Toronto Is Now A Buyers' Market Due to COVID-19

Monday Aug 10th, 2020


Given a good start to the Greater Toronto Area (GTA) spring housing market in February, changing conditions around the COVID-19 pandemic have had a significant effect on the region's housing operation. Among a series of policies being introduced at all three levels of government – including a range of programs to help homeowners and tenants in the area - Ontario declared a state of emergency across the province on March 17 to help contain and minimize the spread of the virus. 

As a result, housing market activity began to slow in response to these rising steps, and buyers and sellers started holding off on home sales and acquisitions amid uncertain economic and health conditions. Using data from the Toronto Regional Real Estate Board (TRREB), here is the analysis of how immovable market activity progressed in conjunction with the introduction of these emergency measures.

According to our estimates, between March 17-23, the sales-to-new listing ratio (SNLR) – a market competition metric determined by dividing the number of sales by the number of new listings – fell to 38% for detached and semi-detached homes in the GTA, compared to 53% for the week before the emergency declaration. The SNLR fell from 55 percent for condo apartments and condo townhouses to 40 percent for the same period. When the SNLR is between 40% – 60%, this implies a balanced market, whereas above and below that threshold, respectively, show the demands of sellers and buyers. As such, those figures reflect a noticeable change over a short period in market conditions.

Here's a closer look at how the dynamics on the GTA market progressed as we hit our third week under an emergency in Ontario.

One Week After: GTA House Market is now a Buyers' Market

With increased social distance steps in effect after the state of emergency declaration, the result was a 14% decrease in new listings for detached and semi-detached houses between March 17-23 compared to a week earlier. Sales were down 38 percent on a week-by-week basis from 1,203 to 748 sales.

We saw a similar phenomenon unfolding in the condo market with fewer sales and listings, which was enough to nudge the market somewhat closer to business conditions for buyers. For the week following the announcement, sales decreased by 35% over the same duration from 724 to 482, with 10% lower listings for condo apartments and townhouses compared to the previous week, down from 1,312 as per the listing entry date.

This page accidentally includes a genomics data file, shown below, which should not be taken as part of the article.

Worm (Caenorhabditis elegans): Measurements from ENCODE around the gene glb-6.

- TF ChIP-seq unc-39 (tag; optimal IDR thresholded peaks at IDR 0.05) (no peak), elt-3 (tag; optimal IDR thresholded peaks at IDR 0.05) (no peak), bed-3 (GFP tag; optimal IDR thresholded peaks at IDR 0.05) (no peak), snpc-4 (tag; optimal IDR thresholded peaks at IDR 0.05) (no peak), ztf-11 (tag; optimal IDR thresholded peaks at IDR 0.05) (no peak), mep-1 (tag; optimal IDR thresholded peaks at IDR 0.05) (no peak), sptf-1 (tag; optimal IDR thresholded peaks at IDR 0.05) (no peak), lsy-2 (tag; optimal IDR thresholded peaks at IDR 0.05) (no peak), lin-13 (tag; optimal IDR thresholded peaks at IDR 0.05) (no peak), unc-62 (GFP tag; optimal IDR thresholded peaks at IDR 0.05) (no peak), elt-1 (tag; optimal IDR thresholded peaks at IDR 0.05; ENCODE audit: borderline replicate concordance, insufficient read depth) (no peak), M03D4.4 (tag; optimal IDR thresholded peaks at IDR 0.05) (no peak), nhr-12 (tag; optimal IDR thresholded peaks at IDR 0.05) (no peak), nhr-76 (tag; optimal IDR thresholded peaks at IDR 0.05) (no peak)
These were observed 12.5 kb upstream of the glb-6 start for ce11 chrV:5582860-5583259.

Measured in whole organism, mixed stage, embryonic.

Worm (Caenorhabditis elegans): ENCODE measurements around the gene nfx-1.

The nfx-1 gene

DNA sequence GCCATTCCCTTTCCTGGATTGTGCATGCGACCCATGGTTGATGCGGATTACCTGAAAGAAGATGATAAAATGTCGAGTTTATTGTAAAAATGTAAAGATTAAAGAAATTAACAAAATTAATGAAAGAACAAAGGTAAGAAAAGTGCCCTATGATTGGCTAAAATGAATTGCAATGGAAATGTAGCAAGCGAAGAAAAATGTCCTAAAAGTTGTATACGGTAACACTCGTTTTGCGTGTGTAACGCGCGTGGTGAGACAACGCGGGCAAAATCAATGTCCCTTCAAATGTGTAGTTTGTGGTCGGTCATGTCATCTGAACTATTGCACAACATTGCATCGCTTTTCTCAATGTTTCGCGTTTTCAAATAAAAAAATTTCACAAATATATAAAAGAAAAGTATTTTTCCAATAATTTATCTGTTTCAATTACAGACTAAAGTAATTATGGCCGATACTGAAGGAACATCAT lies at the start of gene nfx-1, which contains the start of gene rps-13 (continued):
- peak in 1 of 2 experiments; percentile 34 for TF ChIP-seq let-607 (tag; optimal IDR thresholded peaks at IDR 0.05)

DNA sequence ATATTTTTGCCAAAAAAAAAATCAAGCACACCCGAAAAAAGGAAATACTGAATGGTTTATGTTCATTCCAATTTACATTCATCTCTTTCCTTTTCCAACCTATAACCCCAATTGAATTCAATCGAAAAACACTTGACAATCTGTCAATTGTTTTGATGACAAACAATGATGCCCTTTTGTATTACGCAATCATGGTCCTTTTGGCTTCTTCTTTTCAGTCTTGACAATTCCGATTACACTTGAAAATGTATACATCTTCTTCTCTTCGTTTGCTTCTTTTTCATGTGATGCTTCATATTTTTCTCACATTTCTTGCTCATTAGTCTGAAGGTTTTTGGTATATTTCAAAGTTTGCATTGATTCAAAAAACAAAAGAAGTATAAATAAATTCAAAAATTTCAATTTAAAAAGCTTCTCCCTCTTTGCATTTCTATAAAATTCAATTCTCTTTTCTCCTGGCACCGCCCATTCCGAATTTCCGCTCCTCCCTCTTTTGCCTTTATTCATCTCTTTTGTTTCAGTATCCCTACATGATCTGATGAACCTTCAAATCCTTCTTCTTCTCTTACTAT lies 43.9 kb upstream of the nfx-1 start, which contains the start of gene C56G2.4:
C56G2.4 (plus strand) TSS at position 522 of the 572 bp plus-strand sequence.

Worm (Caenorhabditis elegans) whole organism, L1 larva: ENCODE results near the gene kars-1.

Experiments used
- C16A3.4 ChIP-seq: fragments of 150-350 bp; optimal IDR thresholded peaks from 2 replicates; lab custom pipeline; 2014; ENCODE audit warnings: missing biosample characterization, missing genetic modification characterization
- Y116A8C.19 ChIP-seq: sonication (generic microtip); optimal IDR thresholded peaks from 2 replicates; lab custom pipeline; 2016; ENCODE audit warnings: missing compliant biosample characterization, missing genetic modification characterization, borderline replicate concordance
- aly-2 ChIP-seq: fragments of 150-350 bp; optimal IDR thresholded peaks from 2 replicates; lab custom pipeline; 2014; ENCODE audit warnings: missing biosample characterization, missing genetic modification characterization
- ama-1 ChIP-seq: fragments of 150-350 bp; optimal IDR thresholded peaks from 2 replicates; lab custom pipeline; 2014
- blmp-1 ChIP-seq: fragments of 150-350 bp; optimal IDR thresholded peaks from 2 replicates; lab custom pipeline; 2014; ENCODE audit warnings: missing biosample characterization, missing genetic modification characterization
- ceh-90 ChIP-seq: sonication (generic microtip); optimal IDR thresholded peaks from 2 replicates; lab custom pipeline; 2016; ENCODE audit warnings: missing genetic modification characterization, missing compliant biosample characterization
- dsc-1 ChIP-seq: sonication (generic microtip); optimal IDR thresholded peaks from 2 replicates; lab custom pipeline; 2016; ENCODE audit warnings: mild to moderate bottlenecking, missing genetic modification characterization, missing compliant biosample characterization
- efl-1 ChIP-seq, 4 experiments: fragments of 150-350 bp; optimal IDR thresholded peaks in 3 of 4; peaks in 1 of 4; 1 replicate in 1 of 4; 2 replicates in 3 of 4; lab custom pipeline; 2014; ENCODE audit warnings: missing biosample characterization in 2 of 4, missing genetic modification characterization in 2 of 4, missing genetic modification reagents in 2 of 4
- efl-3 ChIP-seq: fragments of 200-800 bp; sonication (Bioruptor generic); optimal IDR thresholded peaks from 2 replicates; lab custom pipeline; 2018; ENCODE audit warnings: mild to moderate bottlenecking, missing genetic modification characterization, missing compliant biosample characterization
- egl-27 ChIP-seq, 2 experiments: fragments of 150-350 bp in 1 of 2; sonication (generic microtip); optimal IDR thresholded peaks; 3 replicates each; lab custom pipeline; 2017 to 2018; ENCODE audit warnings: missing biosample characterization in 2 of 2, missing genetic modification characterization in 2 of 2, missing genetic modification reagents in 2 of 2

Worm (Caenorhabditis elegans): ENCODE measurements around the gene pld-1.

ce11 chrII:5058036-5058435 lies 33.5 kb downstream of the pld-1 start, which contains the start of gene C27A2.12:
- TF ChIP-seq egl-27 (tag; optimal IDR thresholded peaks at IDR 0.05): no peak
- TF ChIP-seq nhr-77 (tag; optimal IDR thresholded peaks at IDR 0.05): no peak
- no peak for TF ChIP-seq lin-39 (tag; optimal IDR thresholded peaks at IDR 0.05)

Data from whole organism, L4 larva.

Two Weeks After: GTA Condo Market Borders on Being a Buyers' Market

Although the real estate dynamics suggest that housing demand in major urban centers such as Toronto will bounce back in the long term, COVID-19 has triggered an unprecedented downturn in housing market development, and more generally, across the economy. Just two weeks after the declaration of a state of emergency, the GTA's house and condo market have had a clearly noticeable impact.

More persuasive health advisories, combined with recommendations to avoid all in-person encounters between real estate agencies, including the Ontario Real Estate Association, facilitated a 53% decrease in detached and semi-detached sales between March 17-30. During that time, there were 1,153 sales, compared with 2,435 between March 3-16. New listings dipped between 4,503 and 3,140, representing a 30 percent drop.

Sales in the condo market plunged a staggering 53 percent from 1,541 to 729, and new listings fell 26 percent from 2,490 in the week of March 3-16 to 1,842 in the two weeks following the announcement. This was a rapid change from the market conditions of sellers between 3 and 16 March, when the SNLR was 62%, to market conditions that bordered those of a buyer's market only two weeks later.


New listings and sales data from the Toronto Regional Real Estate Board (TRREB) were created for the Greater Toronto Area on March 31, 2020. The Greater Toronto Area encompasses the Durham Region, the Peel Region, the Halton Region, the York Region, and the Toronto Region. Sales are based on the date of purchase of the properties; there could be a slight lag period between selling a home and updating the transaction in the TRREB system.

The sales-to-new-listing ratio (SNLR) is measured as new listings divided sales. A percentage below 40 percent indicates that few homes have been sold relative to those recently listed (a buyer's market). In contrast, a rate above 60 percent means that many homes have been sold relative to the newly listed amount (a seller's market).

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